Early in my professional career I worked as a Process Engineer at Nokia (in their mobile phone division).
I had many responsibilities but, ultimately, my most important job centered on ensuring all of the equipment was producing cell phones that worked the first time.
Go to Gemba
We lean practitioners often preach about the importance of going to gemba, or the place the work is done, in order to understand what’s really happening.
I’m happy to report that I did a pretty good job at this as a young process engineer. You see, I had no choice; my desk was on the production line!
This meant if a production operator had a question they could turn from their machine and be at my desk in seconds.
This also meant if an andon light, or buzzer, went off I was close and could respond immediately if needed.
And because I was constantly at gemba, I knew the processes. I could hear, and many times feel, when something wasn’t right just like a parent can hear or sense when their child isn’t feeling well.
And, most importantly, I was able to build a strong bond with production operators, supervisors, and technicians. We were like extended family members all working together. I still consider many of them friends to this very day… I even got a LinkedIn message from one yesterday as fate would have it.
So, to be sure, “working at gemba” had tremendous upside.
Another aspect of my job focused on preventive maintenance and built in quality.
As such I was constantly performing Process Capability studies across all of the equipment to ensure things were running smooth.
We also used extremely high tech optical inspection equipment to examine the circuit boards as they moved down the line.
Well, as with any sort of measurement equipment we needed to perform MSAs (Measurement Systems Analysis) to ensure the equipment was working in a repeatable and reproducible manner.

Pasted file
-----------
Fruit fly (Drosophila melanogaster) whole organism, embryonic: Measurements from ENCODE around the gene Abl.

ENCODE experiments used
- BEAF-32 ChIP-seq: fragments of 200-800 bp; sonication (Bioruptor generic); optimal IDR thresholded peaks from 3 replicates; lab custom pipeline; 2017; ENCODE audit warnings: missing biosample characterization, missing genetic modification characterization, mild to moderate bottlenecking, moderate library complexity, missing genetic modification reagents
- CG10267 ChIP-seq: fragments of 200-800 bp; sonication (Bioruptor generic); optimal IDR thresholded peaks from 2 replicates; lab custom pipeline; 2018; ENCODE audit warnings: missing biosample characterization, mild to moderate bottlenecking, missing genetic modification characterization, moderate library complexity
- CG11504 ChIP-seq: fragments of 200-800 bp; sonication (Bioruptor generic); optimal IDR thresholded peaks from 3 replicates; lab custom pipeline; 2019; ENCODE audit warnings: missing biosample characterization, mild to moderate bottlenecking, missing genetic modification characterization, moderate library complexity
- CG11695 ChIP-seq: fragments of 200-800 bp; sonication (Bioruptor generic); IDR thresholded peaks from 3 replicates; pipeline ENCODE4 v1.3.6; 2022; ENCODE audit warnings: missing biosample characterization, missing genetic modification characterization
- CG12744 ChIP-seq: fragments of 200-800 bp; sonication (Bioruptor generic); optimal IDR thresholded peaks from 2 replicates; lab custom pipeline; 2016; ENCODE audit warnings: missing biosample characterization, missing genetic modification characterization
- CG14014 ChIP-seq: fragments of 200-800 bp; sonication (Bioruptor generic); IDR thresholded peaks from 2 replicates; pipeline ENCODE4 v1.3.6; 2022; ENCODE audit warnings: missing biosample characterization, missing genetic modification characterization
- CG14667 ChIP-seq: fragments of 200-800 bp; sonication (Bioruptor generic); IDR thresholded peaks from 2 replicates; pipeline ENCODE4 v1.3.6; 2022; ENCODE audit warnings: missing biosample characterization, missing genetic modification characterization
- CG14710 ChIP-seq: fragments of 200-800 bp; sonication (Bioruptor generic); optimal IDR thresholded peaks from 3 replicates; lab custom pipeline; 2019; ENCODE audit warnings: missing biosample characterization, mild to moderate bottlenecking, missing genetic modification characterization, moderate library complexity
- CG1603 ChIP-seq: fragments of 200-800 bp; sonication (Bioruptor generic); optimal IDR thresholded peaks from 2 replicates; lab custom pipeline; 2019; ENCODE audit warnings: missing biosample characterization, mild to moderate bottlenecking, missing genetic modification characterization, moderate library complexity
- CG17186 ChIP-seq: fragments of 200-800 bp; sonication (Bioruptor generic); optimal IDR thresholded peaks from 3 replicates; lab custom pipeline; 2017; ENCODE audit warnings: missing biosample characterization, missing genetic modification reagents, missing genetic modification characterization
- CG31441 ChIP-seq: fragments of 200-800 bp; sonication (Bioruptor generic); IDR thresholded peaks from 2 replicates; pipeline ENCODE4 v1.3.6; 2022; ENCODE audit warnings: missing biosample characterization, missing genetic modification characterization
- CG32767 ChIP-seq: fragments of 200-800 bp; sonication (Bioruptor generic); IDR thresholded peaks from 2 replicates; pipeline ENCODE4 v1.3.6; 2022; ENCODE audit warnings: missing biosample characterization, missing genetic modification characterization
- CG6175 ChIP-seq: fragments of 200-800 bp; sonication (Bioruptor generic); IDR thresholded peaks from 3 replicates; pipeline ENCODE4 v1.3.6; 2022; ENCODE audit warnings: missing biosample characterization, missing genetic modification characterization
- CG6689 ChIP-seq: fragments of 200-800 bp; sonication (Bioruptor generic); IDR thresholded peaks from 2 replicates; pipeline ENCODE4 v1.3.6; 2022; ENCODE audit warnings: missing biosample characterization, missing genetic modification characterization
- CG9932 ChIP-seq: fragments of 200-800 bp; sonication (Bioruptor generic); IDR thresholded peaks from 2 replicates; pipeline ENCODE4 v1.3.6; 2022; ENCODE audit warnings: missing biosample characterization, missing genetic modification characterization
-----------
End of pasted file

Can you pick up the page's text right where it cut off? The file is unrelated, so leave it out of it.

We also leaned heavily, no pun intended, on Statistical Process Control in order to alert us of any special cause variation that may have snuck its way into the factory.
And, finally, I performed hundreds of DOEs during my days at Nokia.
Many were small, 2^2 full factorial designs, that took very little time to complete. But I also performed some pretty awesome, and rather complex, Central Composite Design (CCD) DOEs in order to really dial a particular process in.
Best of Both Worlds
So, the point of this article is simple. I was successful at my job because I worked at gemba and also knew how to do more advanced statistically based analysis.
I could have stood at gemba all day long and watched our processes spin out of control without a clue as to how to help. I could have even asked why a million times and, sometimes, never identified the root cause of the problem.
Likewise, I could have sat in an isolated office somewhere studying my Cp and Cpk results from afar and sounding an alarm when something went wrong.
Had I done either of these in isolation I’m convinced I would have failed miserably at my job.
But, because I did both – lived and worked at gemba and leveraged statistical analysis – I was able to do very well. I also had a tremendous amount of fun.
You Don’t Have to Choose
Sadly, I often sense so-called “lean folks” feel as though they’re selling out if they use or learn statistically based tools.
And I also sense so-called “six sigma folks” feel as though they’re too good or too smart to spend a lot of time at gemba. Instead, they feel like they can perform some Minitab magic and solve all of HRs problems without talking to a single person.
Both of these “purist attitudes” are dangerous, wrong, and extremely short sided in my humble opinion.
Honestly, I could care less what you call yourself. Call yourself a Black Belt if you want… but make sure you’re at gemba more than your office.
Or call yourself a Lean Practitioner or Lean Consultant…. but make sure you know how to perform basic statistically based tests since being at gemba to see defects running off the end of the line may not be much help.
As continuous improvement practitioners the good news is we don’t have to choose. We can learn everything there is to know about making things better.
Do You Agree?
Do you agree with me?
Perhaps you’ve seen folks constantly at gemba without a clue as to how to help or perhaps you’ve seen people whipping up all kinds of fancy charts and graphs but never stepping foot onto the shop floor.
No matter the situation I’d love to hear your thoughts. What do you think?